I reported this discovery, explained my ‘pro-forma based’ method of classification, and offered my initial thoughts on implications for HCI — in a CHI paper! More on this next week.

Posted December 11th, 2005 + plink
Do we learn from performance failures?

In the November issue of IEEE Computer, Bob Colwell’s column on Books Engineers Should Read caught my eye and led me to add several titles to my reading list. It also made me think about the contrasting messages of Vincenti’s What Engineers Know and some of the more well-known books like Henry Petroski’s To Engineer Is Human and Charles Perrow’s Normal Accidents.

The main theme of Colwell’s column is that we can learn from design failures: from the collapse of the Tacoma Narrows Bridge, from the Challenger shuttle disaster, from Three Mile Island. I can’t disagree, for I’ve been strongly influenced by Petroski’s and Perrow’s books, as well as by Peter Neumann’s Risks Digest. But I’ve been influenced even more by Vincenti’s book, which is much less concerned with design failures and much more with the research that enables engineers to set and meet design requirements.

One of Vincenti’s case studies, for example, describes how the NACA’s researchers in the 1930s studied the stability of aircraft in level flight. This led to them to discover how stability could be achieved by designing the plane’s controls to require a certain stick force per g of acceleration. From then onwards it became relatively easy for engineers to design planes with the stability that their customers wanted.

Are engineers worried only about avoiding catastrophic failures? I think not. More often, I believe, they’re worried about improving on last year’s product, about outdoing their competitors, about achieving the performance and cost targets they’ve taken on. And that, I believe, is why the researchers in What Engineers Know focused on discovering what performance criteria were important and how to meet them – how to avoid performance failures.

There is little doubt that software systems often fail to deliver the performance their users need. The most celebrated case is the so-called Project Ernestine, in which the redesign of a phone operator’s workstation was found to increase the time operators took to handle calls. It’s celebrated, not because of the size of the failure (the increase was only 3.4 percent) but because it was made public, and was confirmed by an elegant cognitive model. The project showed not only that performance failures were occurring – it showed that HCI could help prevent them.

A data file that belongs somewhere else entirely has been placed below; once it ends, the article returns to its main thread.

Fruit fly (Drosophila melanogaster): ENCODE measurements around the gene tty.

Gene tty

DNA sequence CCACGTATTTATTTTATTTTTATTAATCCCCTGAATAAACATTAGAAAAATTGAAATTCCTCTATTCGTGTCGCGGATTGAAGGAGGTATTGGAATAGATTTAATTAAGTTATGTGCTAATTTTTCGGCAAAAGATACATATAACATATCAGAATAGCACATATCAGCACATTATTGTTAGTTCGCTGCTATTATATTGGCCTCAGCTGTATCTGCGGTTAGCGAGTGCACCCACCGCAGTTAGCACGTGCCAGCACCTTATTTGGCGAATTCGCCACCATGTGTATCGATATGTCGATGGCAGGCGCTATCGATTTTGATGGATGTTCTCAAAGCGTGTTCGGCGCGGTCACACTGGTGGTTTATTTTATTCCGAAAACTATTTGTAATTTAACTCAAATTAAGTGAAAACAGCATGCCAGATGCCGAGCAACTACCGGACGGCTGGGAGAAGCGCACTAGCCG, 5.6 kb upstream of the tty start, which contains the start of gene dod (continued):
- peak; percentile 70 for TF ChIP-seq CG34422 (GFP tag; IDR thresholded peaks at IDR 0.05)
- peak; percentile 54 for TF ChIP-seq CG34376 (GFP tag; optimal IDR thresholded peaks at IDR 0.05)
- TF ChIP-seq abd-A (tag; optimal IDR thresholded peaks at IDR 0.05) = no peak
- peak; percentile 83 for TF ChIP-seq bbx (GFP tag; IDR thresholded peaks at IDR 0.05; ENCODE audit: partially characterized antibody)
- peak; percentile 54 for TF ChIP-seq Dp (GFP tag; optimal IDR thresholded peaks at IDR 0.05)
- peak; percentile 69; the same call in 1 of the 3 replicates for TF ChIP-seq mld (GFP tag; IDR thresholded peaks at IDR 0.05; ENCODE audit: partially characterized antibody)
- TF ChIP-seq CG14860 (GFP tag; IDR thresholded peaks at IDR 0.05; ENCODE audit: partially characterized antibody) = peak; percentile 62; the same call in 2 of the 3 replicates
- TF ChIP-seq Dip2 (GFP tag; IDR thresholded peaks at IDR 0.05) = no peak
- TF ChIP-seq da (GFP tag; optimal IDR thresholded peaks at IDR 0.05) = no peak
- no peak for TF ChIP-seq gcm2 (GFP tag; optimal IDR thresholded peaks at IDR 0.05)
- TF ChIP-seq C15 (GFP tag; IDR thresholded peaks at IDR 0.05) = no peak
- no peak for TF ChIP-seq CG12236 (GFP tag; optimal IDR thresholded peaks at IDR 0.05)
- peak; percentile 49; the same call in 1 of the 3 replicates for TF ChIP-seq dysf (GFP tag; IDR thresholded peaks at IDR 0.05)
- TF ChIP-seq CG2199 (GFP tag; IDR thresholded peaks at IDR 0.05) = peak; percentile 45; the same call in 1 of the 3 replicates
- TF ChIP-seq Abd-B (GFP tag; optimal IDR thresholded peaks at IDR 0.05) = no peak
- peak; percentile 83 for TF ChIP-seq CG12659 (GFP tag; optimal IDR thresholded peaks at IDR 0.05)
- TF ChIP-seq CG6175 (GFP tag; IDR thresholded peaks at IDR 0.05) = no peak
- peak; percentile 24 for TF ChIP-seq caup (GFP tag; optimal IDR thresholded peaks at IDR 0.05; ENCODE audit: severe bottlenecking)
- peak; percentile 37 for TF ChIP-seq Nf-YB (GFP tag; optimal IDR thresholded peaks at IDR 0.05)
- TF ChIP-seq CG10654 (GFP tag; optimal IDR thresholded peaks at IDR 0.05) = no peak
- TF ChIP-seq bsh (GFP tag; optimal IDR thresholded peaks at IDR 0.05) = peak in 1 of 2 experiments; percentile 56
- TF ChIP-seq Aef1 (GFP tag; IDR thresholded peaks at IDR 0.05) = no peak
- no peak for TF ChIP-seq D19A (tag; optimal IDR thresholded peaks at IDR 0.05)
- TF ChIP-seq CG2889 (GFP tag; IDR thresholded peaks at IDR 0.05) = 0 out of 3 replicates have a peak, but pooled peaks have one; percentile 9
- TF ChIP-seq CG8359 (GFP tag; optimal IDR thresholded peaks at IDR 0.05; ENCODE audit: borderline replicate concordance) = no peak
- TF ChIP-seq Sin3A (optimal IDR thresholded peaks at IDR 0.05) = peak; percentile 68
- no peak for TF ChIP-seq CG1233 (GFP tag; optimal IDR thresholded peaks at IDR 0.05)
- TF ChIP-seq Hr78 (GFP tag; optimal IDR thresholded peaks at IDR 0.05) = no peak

There haven’t been any more cases quite like Project Ernestine, and I believe the reason is simple: few of us know how to measure the performance of the systems we use. As a result, we can’t tell whether they’re getting better or getting worse. Or at least we can’t tell unless the difference is enormous, as in the case of a Windows-based system that British Telecom installed for its customer service staff; it was so slow that the staff would switch back to the previous DOS-based system to deal with any complex request. When systems get slightly worse, nobody can really tell.

After reading What Engineers Know and hearing about Project Ernestine, I began to see a connection. Engineers know what to measure; designers of interactive systems don’t. It’s as simple as that.

Posted December 6th, 2005 + plink
Newman and Lamming

In 1991 Mik Lamming and I embarked on a book that was to be published in 1995 by Addison Wesley under the title Interactive System Design. At the time, neither of us really considered ourselves experts in HCI, but we had spent a number of years designing and building interactive systems, and we reckoned we had some experiences to share. We field-tested our material, first in a short course we taught in Ispra, Italy at the invitation of Rob Witty, and then in lectures to computer science undergraduates at Cambridge University, at the invitation of Peter Robinson.

This project began at around the time I was first reading Walter Vincenti’s What Engineers Know and How They Know It. Indeed the main reason I was instantly attracted by this title was that it hinted at solving an ongoing problem with our book, namely how to write a chapter about Requirements. What could we say about defining requirements for interactive system, other than that the desired functionality should be specified, and that the system should be required to be “usable”?

What Engineers Know presents a set of case studies of engineering research, drawn from the golden period of aeronautics between 1920 and 1940. During this period the aircraft industry gradually figured out, with the help of researchers, how to design the planes that their customers wanted. As the book tells it, this was achieved partly by focusing on steady improvement, partly by learning how to measure what improvements had been made, and partly by developing analytical models and tools that helped predict these outcomes. Each of the case studies, comprehensively researched and beautifully written, opens a different door onto a back room that I and probably many other aircraft enthusiasts have wanted to explore.

In the end, the influence of What Engineers Know on our book was restrained by the urgent need to get it into print. Our chapter on Requirements got written; in fact it got completely written and dumped in the wastebasket seven times! But there was no way we could refocus the book around the engineering concepts of measurable improvement and predictable outcomes.

So when Newman and Lamming came out in 1995, its messages were relatively mundane:

  • Learn about the domain of application
  • State the design problem in a sentence
  • Evaluate analytically when you can
  • Consider the user’s conceptual model when you design the UI
  • Learn how to make good use of UI guidelines.

It was only when the book was done that I could devote some of my time to exploring more fully the lessons to be learned from What Engineers Know.

Posted November 27th, 2005 + plink